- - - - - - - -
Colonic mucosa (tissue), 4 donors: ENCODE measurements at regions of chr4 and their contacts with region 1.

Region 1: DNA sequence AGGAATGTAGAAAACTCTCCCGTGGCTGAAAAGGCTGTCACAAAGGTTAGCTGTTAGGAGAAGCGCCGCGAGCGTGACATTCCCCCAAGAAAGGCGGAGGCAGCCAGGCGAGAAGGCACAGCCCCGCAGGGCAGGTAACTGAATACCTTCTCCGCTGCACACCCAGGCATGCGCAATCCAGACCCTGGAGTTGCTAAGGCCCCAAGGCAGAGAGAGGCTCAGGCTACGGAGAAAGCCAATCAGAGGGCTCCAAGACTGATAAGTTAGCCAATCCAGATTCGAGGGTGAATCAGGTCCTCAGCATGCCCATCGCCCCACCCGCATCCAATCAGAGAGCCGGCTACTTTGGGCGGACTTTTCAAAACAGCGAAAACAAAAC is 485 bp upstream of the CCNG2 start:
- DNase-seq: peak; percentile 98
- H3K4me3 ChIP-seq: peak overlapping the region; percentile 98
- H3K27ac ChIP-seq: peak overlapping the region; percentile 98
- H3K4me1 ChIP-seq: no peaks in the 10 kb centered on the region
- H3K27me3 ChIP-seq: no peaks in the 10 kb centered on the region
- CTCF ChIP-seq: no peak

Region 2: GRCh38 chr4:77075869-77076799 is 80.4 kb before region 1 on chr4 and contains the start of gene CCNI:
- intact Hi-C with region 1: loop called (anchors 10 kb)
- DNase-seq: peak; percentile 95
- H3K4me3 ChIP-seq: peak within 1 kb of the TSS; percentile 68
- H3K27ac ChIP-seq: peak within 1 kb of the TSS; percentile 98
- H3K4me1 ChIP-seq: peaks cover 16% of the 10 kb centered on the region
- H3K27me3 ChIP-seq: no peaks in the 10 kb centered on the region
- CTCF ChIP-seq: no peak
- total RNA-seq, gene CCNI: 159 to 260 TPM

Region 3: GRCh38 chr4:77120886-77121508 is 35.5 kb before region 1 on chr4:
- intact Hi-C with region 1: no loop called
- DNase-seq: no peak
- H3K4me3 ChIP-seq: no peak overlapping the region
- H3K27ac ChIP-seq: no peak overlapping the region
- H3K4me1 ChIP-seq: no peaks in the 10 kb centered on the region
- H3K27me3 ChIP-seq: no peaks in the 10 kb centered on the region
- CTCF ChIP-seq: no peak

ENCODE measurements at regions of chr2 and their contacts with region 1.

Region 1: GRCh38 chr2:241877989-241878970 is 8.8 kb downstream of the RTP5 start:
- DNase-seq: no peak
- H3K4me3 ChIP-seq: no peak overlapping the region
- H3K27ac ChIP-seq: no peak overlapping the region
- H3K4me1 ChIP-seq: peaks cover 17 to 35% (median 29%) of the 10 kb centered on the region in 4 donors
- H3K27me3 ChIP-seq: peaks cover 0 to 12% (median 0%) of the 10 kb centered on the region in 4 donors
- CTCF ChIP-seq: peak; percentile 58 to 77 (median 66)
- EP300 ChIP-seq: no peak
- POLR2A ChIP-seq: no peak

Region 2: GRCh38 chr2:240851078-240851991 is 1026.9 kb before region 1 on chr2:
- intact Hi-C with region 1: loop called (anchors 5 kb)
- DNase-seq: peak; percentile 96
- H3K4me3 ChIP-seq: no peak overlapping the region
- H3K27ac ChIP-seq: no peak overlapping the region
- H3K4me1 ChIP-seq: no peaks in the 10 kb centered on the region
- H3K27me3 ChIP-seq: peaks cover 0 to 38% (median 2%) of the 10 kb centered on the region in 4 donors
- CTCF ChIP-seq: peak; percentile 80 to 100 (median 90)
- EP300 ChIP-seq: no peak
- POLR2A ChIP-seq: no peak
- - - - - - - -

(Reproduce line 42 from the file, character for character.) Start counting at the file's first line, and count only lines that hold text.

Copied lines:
- H3K27me3 ChIP-seq: peaks cover 0 to 38% (median 2%) of the 10 kb centered on the region in 4 donors